Savings Account Interest Rate History

Savings account rates rise and fall based on how the economy is doing

A person looks at their phone while standing at an ATM.

Westend61 / Getty Images

Savings account interest rates fluctuate over time, usually tracking up and down with the federal funds rate, which is the rate set by the Federal Reserve to influence how much it costs for banks to borrow and lend one another money overnight.

Because the Fed often adjusts interest rates during recessions, steady economic growth, inflation, and economic booms, some seasons may be better for savings interest rates than others.

Key Takeaways

  • Savings account rates tend to fluctuate with the federal funds rate, which the Federal Reserve sets to control the costs of borrowing and lending between banks and to maintain economic and financial stability.
  • Despite a long period of economic growth between 2009 and 2020, savings account yields remained relatively low.
  • When the Federal Reserve raises rates to combat inflation, savings account rates tend to go up, too.

Savings Account Rates During Recessions

Generally speaking, economic recessions are marked by a slow economy, rising unemployment, and a decline in consumer spending. To stimulate the economy and encourage people to spend more, the Federal Reserve often lowers interest rates.

Lower interest rates can be welcome if you’re looking to take out a mortgage or a personal loan. However, they’re not so beneficial when it comes to your savings account, as a lower rate leads to lower returns on your deposit.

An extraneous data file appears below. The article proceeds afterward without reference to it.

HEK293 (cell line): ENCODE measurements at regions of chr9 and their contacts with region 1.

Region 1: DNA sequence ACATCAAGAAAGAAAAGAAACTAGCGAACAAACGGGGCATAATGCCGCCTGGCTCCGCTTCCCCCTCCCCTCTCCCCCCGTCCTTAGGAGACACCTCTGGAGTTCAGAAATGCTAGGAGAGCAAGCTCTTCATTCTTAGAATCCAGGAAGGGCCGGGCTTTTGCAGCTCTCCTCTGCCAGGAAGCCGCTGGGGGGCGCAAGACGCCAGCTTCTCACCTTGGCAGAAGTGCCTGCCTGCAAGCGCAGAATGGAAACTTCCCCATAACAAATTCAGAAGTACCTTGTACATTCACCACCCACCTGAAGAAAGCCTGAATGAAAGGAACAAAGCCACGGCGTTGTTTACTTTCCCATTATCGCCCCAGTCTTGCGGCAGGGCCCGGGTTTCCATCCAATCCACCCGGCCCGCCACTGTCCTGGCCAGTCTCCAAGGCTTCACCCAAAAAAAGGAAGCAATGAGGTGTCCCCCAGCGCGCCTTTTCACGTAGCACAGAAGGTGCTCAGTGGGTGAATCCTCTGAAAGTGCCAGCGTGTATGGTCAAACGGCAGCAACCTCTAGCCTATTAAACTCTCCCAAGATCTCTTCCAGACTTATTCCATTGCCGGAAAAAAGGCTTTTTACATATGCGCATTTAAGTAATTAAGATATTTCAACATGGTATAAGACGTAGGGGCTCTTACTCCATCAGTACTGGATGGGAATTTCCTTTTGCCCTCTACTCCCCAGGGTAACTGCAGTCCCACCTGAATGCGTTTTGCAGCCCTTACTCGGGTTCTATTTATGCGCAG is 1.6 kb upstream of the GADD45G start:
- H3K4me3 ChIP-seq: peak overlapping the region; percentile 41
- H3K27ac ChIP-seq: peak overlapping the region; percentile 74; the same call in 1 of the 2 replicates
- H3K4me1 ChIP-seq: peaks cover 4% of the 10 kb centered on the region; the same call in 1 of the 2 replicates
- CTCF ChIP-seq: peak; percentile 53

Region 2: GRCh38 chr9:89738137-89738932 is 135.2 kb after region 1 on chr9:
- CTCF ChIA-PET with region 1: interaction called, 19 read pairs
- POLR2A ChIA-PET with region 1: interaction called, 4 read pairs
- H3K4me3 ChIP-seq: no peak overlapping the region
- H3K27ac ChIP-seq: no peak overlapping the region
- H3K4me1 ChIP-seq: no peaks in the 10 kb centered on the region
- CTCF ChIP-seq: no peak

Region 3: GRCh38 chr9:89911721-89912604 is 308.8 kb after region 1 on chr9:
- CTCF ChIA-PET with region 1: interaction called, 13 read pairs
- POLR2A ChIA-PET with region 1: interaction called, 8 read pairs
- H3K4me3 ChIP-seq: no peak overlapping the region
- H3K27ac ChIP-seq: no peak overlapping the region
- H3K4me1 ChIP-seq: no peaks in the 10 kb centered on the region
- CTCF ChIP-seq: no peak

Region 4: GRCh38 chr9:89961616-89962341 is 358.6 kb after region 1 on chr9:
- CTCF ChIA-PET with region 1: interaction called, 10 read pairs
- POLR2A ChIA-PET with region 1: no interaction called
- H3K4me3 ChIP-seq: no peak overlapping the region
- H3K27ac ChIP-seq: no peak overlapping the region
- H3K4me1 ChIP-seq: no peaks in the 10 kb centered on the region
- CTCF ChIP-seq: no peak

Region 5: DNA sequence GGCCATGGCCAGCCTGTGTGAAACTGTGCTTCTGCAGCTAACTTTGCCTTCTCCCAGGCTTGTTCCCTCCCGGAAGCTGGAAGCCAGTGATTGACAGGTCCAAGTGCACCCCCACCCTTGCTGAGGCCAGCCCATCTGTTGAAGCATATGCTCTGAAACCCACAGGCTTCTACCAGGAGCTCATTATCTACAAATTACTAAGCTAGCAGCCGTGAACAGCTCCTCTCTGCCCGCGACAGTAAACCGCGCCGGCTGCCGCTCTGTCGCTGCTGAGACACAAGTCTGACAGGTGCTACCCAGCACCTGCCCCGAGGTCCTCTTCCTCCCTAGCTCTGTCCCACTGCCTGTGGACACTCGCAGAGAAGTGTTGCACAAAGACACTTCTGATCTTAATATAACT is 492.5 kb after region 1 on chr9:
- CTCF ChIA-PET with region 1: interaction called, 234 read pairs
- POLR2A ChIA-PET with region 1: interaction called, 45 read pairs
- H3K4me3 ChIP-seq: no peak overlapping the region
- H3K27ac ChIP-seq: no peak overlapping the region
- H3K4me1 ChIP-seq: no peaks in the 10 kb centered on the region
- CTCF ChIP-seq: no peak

“During recessions, interest rates usually decline as the Federal Reserve cuts interest rates to try and spur the economy,” said Doug Carey, a Chartered Financial Analyst and president of WealthTrace, a financial planning and retirement planning software company.

Before the Great Recession in early 2007, banks such as HSBC Direct, ING Direct, Citibank, and Emigrant Direct were offering savings account yields between 4.5% and 5.05%. By the end of the Great Recession in late June and early July 2009, however, the average national rate was just 0.21%, according to Federal Deposit Insurance Corporation (FDIC) data.

When rates are low, banks are often able to borrow money cheaply. As a result, they don’t have as much of a need for consumer cash reserves; thus, their incentive to offer high savings yields to attract new customers goes down.

Savings Account Rates During Steady Economic Growth

When the economy is steadily growing, the Federal Reserve usually doesn’t need to lower rates. In fact, rates typically remain steady to allow the economy to continue doing well.

The years following the Great Recession were marked by the longest period of economic growth in U.S. history. From mid-2009 to 2020, economic growth averaged 2.3% per year. During this time, savings account interest rates dropped, leveled off from 2012 to 2016, rose slightly, and leveled off through March 2020.

“This is when we generally see savings interest rates increase or at least stay at stable levels, assuming inflation is under control,” Carey said.

Savings rates were much higher during the housing bubble leading up to the Great Recession, often around 5%. Since the Great Recession, savings account rates have remained fairly steady but also stayed quite low, never surpassing 0.5% for non-jumbo deposits.

Savings Account Rates During Inflation

During a time of inflation, currency tends to lose value as the price of goods and services increases. The Federal Reserve often raises rates to combat growing inflation, which can sometimes lead to better savings account interest rates for consumers.